to each other. And, if someone finds out that "you can crash Rev with
only four lines of script" this should definitely arouse the attention
of the responsible members of the Rev team, irrespective whether the bug
report is multi-faceted or concentrated on one single sub-point. The Rev
team should be competent enough to deal with a number of related
troubles at the same time, or deal with them step by step. I believe
that they are basically capable to handle also complicated issues, they
are not first-graders in computer science.

There were 5 to 6 more sub-points concerning groups I was going to add
to that report, but  I had waited for a first response - which never was
sent.up to now.

The four-liner is contained in point 5 of my bug report - see below -
and the post I mentioned there

"How to reliably crash Rev 3.5 and 4.0-dp3 with four script lines"

was sent to the use-revolution list on August 26, 2009 - and can be
found in the archives.


> 5. Groups belong to the factors in an already reported scenario for safely
> crashing Rev
>
> I have described this in detail in my recent post to this list "How to
> reliably
> crash Rev 3.5 and 4.0-dp3 with four script lines". Here I just point
> out that
> "group" is among the elements causing to crash Rev and refer you to my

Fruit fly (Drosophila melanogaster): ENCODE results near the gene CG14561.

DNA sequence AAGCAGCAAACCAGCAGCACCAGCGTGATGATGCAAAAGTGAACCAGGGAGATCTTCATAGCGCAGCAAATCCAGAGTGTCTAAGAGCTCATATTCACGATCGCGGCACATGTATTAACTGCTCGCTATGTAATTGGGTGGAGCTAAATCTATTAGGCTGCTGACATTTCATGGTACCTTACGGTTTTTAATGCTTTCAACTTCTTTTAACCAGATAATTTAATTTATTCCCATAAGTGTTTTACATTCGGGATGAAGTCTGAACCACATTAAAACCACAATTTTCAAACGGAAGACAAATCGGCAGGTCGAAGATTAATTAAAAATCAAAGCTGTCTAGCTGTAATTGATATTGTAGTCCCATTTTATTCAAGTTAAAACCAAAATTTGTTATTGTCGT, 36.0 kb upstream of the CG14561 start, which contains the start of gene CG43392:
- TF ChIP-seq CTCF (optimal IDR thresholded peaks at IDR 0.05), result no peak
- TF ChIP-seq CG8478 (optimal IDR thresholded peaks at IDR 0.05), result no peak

> original
> post for more details.
>
> The following script assumes that you have set the angle of img "test"
> to an
> angle other than 0, that img "test" is ungrouped, and that img "Test"
> belongs
> in the category of "Pre-PNGs".
>
>   "lock screen
>   select img "Test"
>   group
>   set the angle of img "Test" to 0"
>
> For the definition of "Pre-PNGs" see my above-mentioned post or the
> introduction of my stack
>
> <http://www.sanke.org/Software/MoreAboutMasksRev3.zip> in the text
> brought up
> on the menu card from the topright introduction button.


Best regards,

Wilhelm Sanke
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Re: Uncomfirmed crash report (was Re: [OT] Computer news from Kassel)

Ben Rubinstein
On 25/06/2010 17:36, Wilhelm Sanke wrote:
> One thought that led me to put together a more comprehensive report is
> the assumption that at least some of the listed bugs are somehow related
> to each other.
You can always create five separate reports, and then create a sixth one
suggesting that there are a nest of issues relating to groups, giving the id
of each.  (Bugzilla is designed to support this kind of usage: if you refer to
"bug nnn" or "bug #nnn" in the text of the description or a comment it is
automatically recognised, and made into a link to the other bug report, with a
tool-tip giving the bug status and title.)

>  And, if someone finds out that "you can crash Rev with
> only four lines of script" this should definitely arouse the attention
> of the responsible members of the Rev team, irrespective whether the bug
> report is multi-faceted or concentrated on one single sub-point. The Rev
> team should be competent enough to deal with a number of related
> troubles at the same time, or deal with them step by step. I believe
> that they are basically capable to handle also complicated issues, they
> are not first-graders in computer science.